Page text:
skull_maskNow comes the test of Iran as a nation-state: how will they treat the Iraqi citizens of Tikrit. Yes, it’s Saddam al Tikriti’s home town. And yes, it’s a pure Sunni city. Will this turn into a revenge trip, continuing the cycle of violence? Or will the Iranian military take the moral high ground and truly free the city, and not merely conquer and subjugate its inhabitants. The telling of that story will determine whether this is Iran’s honest attempt to behave more like a nation of laws, or whether it’s yet another defilade in its pure power war with the Sunni and moderate Islamic Middle East — and the West. And General Qasem Soleimani holds the key to Iranian’s future in its dealing with the West.

On Being the Will of the People

15 March update: Elections in Israel are less than a day away, and it looks like the Joint List with Meretz is an attractive alternative in the Israeli-Arab “street” to not voting, or joining a large party. Check out one of the charismatic candidates from Haifa in this CNN story.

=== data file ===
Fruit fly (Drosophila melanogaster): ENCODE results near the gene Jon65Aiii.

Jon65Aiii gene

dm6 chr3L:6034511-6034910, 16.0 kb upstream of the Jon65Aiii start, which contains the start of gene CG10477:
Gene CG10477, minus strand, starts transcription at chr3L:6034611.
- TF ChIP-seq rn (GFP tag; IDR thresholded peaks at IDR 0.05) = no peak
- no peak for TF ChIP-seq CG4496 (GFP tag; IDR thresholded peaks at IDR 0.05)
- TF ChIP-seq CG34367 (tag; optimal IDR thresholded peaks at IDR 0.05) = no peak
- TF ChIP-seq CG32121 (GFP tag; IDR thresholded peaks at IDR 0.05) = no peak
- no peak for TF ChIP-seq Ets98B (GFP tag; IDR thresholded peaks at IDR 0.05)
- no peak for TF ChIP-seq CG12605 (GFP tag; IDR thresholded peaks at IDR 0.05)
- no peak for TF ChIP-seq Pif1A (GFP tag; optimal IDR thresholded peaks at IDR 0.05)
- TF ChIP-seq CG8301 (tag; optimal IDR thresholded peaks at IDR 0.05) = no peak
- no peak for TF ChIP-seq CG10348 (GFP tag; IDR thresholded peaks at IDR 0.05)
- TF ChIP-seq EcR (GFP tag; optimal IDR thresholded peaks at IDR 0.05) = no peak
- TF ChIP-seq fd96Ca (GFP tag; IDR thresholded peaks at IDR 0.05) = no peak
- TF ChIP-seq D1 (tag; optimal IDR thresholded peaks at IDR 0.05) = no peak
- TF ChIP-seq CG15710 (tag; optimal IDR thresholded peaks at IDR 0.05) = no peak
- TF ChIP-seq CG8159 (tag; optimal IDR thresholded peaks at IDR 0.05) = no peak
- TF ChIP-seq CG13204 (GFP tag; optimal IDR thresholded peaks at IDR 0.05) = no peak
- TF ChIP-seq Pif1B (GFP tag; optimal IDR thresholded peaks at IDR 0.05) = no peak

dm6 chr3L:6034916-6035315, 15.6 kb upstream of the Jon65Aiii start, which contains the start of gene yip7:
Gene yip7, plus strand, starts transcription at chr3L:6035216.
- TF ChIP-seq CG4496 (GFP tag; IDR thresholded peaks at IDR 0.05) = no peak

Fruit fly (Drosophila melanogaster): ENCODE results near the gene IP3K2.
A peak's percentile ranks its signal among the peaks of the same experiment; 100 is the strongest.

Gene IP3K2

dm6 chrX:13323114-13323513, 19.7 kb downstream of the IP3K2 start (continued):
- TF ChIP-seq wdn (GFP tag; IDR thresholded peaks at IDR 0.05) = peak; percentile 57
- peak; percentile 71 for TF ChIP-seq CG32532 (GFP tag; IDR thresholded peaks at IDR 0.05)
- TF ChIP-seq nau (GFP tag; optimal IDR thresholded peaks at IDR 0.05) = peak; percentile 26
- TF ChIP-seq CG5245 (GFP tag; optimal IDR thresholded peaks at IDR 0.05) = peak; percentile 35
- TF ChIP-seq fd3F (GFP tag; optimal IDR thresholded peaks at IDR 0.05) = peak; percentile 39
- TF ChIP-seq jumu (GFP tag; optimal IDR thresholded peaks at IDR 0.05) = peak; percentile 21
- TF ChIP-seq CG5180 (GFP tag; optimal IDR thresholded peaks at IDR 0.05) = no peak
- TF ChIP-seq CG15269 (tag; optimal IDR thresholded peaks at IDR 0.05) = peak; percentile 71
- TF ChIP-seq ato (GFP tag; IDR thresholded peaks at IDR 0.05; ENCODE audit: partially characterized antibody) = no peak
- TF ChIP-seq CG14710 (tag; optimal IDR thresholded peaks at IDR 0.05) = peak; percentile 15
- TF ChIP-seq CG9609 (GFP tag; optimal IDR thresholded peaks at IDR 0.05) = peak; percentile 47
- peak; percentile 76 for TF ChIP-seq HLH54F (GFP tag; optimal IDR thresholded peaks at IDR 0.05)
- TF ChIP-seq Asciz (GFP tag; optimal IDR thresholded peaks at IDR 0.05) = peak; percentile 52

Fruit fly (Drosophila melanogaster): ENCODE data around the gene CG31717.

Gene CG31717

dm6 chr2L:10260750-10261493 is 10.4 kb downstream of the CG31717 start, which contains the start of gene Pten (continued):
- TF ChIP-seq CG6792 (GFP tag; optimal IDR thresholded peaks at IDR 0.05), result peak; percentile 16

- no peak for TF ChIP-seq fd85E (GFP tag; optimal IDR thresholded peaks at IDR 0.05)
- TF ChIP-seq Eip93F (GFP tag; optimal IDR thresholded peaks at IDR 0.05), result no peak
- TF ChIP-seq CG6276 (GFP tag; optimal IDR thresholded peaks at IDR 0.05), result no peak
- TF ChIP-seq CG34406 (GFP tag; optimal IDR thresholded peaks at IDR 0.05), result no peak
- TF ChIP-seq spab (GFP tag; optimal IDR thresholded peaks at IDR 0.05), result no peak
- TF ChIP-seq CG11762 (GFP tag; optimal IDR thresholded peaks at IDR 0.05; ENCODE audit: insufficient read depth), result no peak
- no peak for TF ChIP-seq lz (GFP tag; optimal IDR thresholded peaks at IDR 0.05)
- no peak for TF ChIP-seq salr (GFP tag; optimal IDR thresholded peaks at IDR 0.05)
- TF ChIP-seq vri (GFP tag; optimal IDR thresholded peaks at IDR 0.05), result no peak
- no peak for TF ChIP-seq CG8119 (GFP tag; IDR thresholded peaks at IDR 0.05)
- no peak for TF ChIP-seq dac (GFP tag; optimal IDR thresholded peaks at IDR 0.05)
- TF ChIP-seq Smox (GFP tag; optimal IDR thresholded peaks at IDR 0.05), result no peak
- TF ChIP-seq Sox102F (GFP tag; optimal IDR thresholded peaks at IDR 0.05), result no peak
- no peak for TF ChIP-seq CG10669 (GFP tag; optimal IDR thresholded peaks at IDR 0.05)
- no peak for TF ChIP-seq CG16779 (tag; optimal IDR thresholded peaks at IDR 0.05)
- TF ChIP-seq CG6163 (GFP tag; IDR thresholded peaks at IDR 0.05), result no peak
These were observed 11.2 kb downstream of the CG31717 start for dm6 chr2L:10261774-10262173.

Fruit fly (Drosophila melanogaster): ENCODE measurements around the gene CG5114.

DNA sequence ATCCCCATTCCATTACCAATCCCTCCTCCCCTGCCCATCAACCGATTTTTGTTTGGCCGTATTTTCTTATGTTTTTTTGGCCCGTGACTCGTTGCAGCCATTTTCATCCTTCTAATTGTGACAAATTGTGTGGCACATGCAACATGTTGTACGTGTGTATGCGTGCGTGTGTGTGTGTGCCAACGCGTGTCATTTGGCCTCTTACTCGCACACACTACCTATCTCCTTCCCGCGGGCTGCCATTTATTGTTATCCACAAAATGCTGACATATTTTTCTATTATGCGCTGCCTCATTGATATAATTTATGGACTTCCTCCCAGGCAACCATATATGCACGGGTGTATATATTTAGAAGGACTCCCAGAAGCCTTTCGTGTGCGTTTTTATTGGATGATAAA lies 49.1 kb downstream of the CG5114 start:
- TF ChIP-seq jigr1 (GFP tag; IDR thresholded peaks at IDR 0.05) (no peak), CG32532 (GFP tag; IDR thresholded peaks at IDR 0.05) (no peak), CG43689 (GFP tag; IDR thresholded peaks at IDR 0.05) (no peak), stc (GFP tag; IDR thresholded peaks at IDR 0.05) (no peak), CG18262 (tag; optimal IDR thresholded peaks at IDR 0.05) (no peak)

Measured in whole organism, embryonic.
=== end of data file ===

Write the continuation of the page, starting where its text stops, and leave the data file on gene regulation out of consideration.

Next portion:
Israelis go to elections this week. All Israelis have the right to vote (if they are in-country on voting day). I’ve always been proud of the fact that ballot boxes are sent to military bases, prisons and hospitals to sweep up every last vote. Israel’s parliamentarian system is amazingly imperfect, yet it is better, at this point, than even the American system. It’s easy to buy a politician: it’s a bit harder to buy a party, each with its own internally-ranked list of possible Knesset members. That said, the baldly stated positions of these parties need little camouflage to attract the money, in contrast to the amorphous “Republican” or “Democrat” label in America, which by virtue of the breadth of the label, makes indiscernible the true views of the politician beyond their carefully crafted, handled, managed, spun sound bites.